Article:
Once docked, Marina Del Mar proves to be an interesting stopping point. Among the many charter vessels, the canal is also home to the African Queen, famous for the movie starring Humphrey Bogart and Katherine Hepburn, as well as the popular glass-bottom boat. Just a short walk from the marina, across the Overseas Highway, we found Bayside Grille, perfectly situated to catch the sunsets over the aptly named Sunset Cove over a fine dinner.

Sunrise at Bahia Mar

Nearby South Beach proves to be another fine stopover. From the art deco architecture to the unending parade of dinner crowds checking out menus along Ocean Avenue, from the noisy streets teaming with Ferraris, Lamborghinis, motorcycles, and yesterday’s cars, revving their engines and blaring their radios, to the quieter, more serene seashore beaches. The environment is as attractive as it is varied. The Miami Beach Marina is perfectly situated and worth the stop.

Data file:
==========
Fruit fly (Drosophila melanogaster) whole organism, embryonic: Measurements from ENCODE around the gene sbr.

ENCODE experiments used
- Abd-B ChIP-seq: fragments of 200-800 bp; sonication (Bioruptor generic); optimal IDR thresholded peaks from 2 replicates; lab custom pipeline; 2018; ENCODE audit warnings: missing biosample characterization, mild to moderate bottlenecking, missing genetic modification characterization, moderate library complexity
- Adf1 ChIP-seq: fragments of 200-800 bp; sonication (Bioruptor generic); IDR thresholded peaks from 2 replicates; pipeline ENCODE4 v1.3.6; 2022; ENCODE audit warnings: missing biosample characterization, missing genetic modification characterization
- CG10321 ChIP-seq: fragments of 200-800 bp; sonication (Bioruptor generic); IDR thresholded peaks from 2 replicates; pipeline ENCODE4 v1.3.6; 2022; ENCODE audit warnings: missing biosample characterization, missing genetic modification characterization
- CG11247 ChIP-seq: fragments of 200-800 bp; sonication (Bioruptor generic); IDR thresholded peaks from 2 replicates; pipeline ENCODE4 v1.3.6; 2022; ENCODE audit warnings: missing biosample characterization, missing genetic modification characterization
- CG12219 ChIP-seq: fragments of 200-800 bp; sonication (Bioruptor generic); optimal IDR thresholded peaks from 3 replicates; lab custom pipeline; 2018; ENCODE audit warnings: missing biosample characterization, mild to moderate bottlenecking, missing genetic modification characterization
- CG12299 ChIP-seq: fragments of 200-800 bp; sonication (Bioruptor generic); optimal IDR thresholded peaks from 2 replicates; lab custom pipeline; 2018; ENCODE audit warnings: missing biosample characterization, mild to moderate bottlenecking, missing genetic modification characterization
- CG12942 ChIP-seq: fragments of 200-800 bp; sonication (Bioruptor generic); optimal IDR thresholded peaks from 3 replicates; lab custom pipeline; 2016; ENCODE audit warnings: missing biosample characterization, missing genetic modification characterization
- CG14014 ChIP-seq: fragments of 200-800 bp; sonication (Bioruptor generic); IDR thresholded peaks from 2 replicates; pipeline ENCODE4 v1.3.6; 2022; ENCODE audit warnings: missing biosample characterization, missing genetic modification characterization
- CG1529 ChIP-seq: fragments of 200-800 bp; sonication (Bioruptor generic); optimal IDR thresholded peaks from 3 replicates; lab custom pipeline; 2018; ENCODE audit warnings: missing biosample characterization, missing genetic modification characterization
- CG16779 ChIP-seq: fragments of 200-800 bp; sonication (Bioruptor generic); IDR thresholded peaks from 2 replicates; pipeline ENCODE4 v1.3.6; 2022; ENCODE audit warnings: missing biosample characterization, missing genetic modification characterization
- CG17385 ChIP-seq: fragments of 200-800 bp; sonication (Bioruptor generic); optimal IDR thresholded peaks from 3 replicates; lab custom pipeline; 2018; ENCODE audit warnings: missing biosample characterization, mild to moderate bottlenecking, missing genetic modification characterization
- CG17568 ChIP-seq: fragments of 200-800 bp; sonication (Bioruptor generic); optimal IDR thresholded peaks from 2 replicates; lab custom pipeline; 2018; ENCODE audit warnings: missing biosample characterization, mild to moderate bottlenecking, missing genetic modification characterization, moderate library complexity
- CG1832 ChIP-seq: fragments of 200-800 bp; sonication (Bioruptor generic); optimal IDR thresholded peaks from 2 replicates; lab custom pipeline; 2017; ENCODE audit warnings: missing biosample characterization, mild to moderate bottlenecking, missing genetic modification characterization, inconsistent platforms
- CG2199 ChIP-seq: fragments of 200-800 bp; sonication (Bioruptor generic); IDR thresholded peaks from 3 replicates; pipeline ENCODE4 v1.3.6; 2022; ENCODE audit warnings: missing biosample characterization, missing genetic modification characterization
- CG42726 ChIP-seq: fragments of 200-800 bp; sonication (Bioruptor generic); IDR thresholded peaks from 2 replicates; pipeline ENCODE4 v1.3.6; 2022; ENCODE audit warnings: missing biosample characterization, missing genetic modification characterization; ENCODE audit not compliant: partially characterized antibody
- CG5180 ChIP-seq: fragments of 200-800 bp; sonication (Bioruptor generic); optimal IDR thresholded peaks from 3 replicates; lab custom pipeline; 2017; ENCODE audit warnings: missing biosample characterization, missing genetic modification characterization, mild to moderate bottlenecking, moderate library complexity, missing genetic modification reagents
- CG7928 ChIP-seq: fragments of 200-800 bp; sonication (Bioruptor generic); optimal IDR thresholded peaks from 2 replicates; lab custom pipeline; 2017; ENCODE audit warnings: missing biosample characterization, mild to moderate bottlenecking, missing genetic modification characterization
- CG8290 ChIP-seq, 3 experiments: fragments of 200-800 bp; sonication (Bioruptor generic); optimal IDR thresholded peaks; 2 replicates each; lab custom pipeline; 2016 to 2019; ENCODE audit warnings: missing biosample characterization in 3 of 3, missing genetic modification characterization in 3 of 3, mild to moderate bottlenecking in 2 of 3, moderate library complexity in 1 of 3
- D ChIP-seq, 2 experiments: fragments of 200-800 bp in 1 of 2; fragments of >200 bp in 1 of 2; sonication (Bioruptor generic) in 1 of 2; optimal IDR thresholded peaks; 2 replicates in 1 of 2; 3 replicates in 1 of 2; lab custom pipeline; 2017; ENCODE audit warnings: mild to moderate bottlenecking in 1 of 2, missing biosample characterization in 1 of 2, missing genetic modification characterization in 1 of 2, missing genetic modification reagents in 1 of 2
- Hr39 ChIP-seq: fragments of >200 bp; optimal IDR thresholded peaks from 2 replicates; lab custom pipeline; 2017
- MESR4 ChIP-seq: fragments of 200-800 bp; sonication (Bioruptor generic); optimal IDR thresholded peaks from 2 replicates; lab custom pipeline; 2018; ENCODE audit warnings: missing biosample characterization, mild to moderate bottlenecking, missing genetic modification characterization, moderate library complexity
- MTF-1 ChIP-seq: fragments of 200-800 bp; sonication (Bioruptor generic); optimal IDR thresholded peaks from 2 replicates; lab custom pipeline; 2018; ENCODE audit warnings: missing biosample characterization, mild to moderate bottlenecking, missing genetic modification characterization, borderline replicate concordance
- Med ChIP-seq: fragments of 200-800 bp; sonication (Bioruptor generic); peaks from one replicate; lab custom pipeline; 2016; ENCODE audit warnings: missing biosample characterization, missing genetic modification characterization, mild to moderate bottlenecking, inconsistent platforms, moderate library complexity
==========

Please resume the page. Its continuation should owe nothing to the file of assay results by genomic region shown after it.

Prior commitments prevented the six of us from completing this journey together. After Anchorage we dwindled from three vessels to two, and at South Beach we dwindled to one. My husband and I lazily extended our stay, and our last leg home included one more stop, The Bahia Mar, in Fort Lauderdale, where we put up our feet and even captured an early sunrise.

Until recently, George and I did our boating up North, usually alone. Yacht club membership, we discovered, provides so many advantages, and the opportunity to cruise with fellow cruisers has added a whole new dimension to our boating experience. Exploring new waterways is always exciting. Friendships forged along the way make it all the more memorable. What a pleasant introduction to Southern Boating!

Following Play Dough to Miami Beach Marina